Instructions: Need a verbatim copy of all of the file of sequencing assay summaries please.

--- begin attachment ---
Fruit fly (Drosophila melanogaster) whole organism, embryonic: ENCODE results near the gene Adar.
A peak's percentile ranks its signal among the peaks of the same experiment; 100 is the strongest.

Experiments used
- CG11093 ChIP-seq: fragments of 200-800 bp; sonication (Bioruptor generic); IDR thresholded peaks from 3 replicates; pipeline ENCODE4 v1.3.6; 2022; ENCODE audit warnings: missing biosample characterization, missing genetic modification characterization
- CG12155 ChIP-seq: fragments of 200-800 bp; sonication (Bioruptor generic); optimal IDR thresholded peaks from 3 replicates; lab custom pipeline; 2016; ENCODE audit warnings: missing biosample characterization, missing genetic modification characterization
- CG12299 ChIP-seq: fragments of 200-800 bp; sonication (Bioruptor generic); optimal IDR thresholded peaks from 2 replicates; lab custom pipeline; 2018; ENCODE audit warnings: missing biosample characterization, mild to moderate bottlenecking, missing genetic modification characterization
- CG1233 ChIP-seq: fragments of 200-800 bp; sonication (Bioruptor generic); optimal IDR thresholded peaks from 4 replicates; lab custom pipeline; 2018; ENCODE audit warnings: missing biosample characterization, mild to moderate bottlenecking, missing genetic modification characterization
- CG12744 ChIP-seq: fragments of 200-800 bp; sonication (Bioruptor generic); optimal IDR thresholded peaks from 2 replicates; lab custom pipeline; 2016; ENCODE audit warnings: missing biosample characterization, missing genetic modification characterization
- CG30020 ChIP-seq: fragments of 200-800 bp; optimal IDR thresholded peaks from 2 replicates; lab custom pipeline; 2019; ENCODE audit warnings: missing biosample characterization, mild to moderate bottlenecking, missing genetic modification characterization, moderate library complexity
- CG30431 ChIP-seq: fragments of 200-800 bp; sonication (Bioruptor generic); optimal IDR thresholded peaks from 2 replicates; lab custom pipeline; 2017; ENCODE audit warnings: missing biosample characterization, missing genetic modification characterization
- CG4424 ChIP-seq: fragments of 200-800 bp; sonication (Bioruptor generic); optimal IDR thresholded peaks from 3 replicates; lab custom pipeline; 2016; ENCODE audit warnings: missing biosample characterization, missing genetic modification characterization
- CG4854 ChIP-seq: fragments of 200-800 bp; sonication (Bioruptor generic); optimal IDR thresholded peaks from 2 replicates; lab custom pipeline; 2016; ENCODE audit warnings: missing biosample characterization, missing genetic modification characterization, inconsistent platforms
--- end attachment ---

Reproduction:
Fruit fly (Drosophila melanogaster) whole organism, embryonic: ENCODE results near the gene Adar.
A peak's percentile ranks its signal among the peaks of the same experiment; 100 is the strongest.

Experiments used
- CG11093 ChIP-seq: fragments of 200-800 bp; sonication (Bioruptor generic); IDR thresholded peaks from 3 replicates; pipeline ENCODE4 v1.3.6; 2022; ENCODE audit warnings: missing biosample characterization, missing genetic modification characterization
- CG12155 ChIP-seq: fragments of 200-800 bp; sonication (Bioruptor generic); optimal IDR thresholded peaks from 3 replicates; lab custom pipeline; 2016; ENCODE audit warnings: missing biosample characterization, missing genetic modification characterization
- CG12299 ChIP-seq: fragments of 200-800 bp; sonication (Bioruptor generic); optimal IDR thresholded peaks from 2 replicates; lab custom pipeline; 2018; ENCODE audit warnings: missing biosample characterization, mild to moderate bottlenecking, missing genetic modification characterization
- CG1233 ChIP-seq: fragments of 200-800 bp; sonication (Bioruptor generic); optimal IDR thresholded peaks from 4 replicates; lab custom pipeline; 2018; ENCODE audit warnings: missing biosample characterization, mild to moderate bottlenecking, missing genetic modification characterization
- CG12744 ChIP-seq: fragments of 200-800 bp; sonication (Bioruptor generic); optimal IDR thresholded peaks from 2 replicates; lab custom pipeline; 2016; ENCODE audit warnings: missing biosample characterization, missing genetic modification characterization
- CG30020 ChIP-seq: fragments of 200-800 bp; optimal IDR thresholded peaks from 2 replicates; lab custom pipeline; 2019; ENCODE audit warnings: missing biosample characterization, mild to moderate bottlenecking, missing genetic modification characterization, moderate library complexity
- CG30431 ChIP-seq: fragments of 200-800 bp; sonication (Bioruptor generic); optimal IDR thresholded peaks from 2 replicates; lab custom pipeline; 2017; ENCODE audit warnings: missing biosample characterization, missing genetic modification characterization
- CG4424 ChIP-seq: fragments of 200-800 bp; sonication (Bioruptor generic); optimal IDR thresholded peaks from 3 replicates; lab custom pipeline; 2016; ENCODE audit warnings: missing biosample characterization, missing genetic modification characterization
- CG4854 ChIP-seq: fragments of 200-800 bp; sonication (Bioruptor generic); optimal IDR thresholded peaks from 2 replicates; lab custom pipeline; 2016; ENCODE audit warnings: missing biosample characterization, missing genetic modification characterization, inconsistent platforms